So we have PTA, whom I would knock out first. He clearly has passionate, devoted following amongst a group of the Academy, leading his movie to an impressive six nods, but I do not think he has a chance given that most other groups did not nominate him. The Director branch likes to do its own thing, but when the entire Academy takes hold, things quickly change.

I’m also not sure about either Gerwig or Peele. Both of them will benefit from “lean in” votes, people wanting to make statements about #MeToo or other such things. No black man has ever won this award and only one woman has. But neither of the movies that they are nominated for scream directing Oscar. That award has gone more and more, especially since the 2009 expansion, to movies that are sweeping or have a higher level of complexity, be it Gravity, The Revenant, or La La Land. A little more than just smarts is required, as that is reserved for the Screenplay award, for which Gerwig and Peele are battling.

Any other year, I would say Nolan had it in the bag. His sweeping epic Dunkirk fits the bill of the above-mentioned movies. He is an auteur and he brought a great vision together. Unfortunately for him, he faces a similar contender that has become a buzz saw throughout the year, not losing at all when he has been in contention, including with the Globes. Thought it feels like at some point the DGA is going to get it wrong, it does not feel like this is the year for that to happen.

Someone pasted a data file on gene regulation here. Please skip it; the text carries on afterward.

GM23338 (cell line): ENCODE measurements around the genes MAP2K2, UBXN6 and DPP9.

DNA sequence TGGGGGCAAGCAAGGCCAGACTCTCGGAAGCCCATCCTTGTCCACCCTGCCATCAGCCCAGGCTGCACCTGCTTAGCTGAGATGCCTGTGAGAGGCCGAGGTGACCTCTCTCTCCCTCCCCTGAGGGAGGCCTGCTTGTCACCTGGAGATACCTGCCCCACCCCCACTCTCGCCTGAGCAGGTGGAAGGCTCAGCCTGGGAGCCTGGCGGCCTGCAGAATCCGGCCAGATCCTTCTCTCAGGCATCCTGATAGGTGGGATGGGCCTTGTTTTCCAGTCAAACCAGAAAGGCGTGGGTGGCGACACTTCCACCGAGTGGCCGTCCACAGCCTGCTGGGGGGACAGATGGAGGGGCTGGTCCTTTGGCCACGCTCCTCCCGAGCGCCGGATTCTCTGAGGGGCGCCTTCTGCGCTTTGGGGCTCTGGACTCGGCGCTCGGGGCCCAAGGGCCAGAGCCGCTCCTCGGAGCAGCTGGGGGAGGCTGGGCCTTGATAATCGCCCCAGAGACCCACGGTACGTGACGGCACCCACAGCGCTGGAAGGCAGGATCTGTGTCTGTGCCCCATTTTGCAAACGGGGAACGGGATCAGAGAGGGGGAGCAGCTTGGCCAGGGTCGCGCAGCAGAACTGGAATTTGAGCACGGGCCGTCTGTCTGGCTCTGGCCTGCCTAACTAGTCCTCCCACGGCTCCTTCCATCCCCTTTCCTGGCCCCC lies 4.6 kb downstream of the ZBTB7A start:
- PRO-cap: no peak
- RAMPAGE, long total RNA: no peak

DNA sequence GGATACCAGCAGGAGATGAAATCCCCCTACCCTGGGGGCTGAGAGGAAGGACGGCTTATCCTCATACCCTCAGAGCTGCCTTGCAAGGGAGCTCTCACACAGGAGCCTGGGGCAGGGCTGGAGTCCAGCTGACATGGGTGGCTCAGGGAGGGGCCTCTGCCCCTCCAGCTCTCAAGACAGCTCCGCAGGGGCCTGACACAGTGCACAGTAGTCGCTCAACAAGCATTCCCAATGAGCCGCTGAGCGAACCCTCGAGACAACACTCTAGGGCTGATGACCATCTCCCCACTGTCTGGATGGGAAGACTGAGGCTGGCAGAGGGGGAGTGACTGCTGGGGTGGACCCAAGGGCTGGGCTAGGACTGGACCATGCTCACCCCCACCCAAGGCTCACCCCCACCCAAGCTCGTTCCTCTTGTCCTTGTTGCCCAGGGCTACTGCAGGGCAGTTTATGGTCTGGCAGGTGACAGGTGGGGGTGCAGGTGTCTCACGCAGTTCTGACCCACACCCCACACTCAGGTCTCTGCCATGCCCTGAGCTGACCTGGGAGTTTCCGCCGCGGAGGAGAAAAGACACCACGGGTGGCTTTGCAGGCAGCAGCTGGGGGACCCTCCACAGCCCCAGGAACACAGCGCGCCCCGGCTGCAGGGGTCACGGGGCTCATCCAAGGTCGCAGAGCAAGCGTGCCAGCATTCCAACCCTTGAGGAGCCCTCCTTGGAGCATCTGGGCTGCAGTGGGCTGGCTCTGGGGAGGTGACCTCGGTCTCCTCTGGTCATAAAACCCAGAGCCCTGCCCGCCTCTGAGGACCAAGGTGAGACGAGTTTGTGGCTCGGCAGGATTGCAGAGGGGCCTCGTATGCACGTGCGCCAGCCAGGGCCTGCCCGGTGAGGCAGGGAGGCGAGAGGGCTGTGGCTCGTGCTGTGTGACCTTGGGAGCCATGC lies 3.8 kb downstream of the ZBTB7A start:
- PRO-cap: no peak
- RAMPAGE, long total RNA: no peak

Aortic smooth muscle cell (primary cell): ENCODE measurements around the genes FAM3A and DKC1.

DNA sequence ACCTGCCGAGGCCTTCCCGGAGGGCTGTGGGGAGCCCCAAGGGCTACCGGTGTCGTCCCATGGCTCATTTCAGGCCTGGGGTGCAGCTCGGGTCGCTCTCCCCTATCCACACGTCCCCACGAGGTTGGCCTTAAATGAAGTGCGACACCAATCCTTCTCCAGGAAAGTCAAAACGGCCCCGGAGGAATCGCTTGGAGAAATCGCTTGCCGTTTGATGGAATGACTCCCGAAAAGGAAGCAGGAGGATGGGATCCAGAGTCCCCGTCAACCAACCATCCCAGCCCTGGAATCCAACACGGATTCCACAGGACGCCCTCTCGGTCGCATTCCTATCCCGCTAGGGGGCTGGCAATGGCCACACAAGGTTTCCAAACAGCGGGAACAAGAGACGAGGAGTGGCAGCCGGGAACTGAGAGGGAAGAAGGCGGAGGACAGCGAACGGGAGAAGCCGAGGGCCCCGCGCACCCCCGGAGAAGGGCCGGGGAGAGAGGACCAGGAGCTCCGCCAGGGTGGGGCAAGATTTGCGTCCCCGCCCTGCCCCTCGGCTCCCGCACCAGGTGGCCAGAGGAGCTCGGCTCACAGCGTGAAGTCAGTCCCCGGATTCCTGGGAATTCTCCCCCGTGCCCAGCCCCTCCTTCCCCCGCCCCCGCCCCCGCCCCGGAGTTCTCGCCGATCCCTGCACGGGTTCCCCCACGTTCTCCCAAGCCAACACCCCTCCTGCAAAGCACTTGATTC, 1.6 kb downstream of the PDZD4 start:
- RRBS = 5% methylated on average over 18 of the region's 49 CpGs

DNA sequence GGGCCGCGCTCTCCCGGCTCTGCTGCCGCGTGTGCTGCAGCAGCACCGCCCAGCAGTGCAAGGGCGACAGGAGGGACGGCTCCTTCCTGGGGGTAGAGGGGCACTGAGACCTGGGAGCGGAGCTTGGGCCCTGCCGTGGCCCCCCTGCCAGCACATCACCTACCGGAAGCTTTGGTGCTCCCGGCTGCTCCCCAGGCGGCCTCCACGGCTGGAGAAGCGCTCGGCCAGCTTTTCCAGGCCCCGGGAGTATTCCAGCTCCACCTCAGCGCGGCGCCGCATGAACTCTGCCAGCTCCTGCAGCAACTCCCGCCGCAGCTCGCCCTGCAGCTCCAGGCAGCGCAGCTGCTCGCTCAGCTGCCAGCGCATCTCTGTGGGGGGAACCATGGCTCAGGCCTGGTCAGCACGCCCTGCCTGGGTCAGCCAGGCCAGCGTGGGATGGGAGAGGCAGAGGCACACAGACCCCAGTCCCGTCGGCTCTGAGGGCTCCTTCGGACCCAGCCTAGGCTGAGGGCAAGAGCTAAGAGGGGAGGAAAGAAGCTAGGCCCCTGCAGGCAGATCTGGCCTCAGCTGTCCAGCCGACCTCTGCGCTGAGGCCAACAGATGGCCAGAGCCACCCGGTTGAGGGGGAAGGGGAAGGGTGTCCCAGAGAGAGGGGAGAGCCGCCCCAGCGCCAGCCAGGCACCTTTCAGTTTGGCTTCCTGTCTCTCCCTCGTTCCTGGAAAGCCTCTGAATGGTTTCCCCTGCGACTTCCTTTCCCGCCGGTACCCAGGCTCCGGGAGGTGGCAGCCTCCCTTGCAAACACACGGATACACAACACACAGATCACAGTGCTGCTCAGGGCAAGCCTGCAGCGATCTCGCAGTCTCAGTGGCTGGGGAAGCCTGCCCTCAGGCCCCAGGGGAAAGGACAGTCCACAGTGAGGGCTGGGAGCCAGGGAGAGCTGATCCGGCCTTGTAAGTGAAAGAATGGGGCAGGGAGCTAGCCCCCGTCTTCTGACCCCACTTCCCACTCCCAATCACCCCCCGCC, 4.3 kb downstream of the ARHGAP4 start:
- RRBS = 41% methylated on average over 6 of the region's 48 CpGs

Will Win: Guillermo del Toro, The Shape of Water
Could Win: Christopher Nolan, Dunkirk


Best Picture

So, it has all come down to this. Tomorrow we will publish a category in which we take an in depth look at the stats for Best Picture, something we did two years ago to interesting results if not correct success. I will recap the stats we know quickly, but then look at all the nominees using the gut approach more than anything. Three Billboards and Lady Bird took home Globes, and the dark comedy also triumphed at SAG and at BAFTA, after an early-season TIFF People’s Choice win. The Shape of Water, meanwhile, won at the Critics Choice, the important PGA, and the DGA. Neither won at WGA (Three Billboards was not eligible). Let’s face it, if it were not for the fact that Three Billboards missed out on a Best Director nod, we would be calling this race over.